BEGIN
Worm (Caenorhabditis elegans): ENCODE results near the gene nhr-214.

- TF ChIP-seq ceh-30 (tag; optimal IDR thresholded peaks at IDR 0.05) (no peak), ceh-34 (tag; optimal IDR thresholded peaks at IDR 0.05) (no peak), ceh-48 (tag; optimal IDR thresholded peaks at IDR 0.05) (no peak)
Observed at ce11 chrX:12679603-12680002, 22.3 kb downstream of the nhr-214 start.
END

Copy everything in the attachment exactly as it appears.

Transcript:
Worm (Caenorhabditis elegans): ENCODE results near the gene nhr-214.

- TF ChIP-seq ceh-30 (tag; optimal IDR thresholded peaks at IDR 0.05) (no peak), ceh-34 (tag; optimal IDR thresholded peaks at IDR 0.05) (no peak), ceh-48 (tag; optimal IDR thresholded peaks at IDR 0.05) (no peak)
Observed at ce11 chrX:12679603-12680002, 22.3 kb downstream of the nhr-214 start.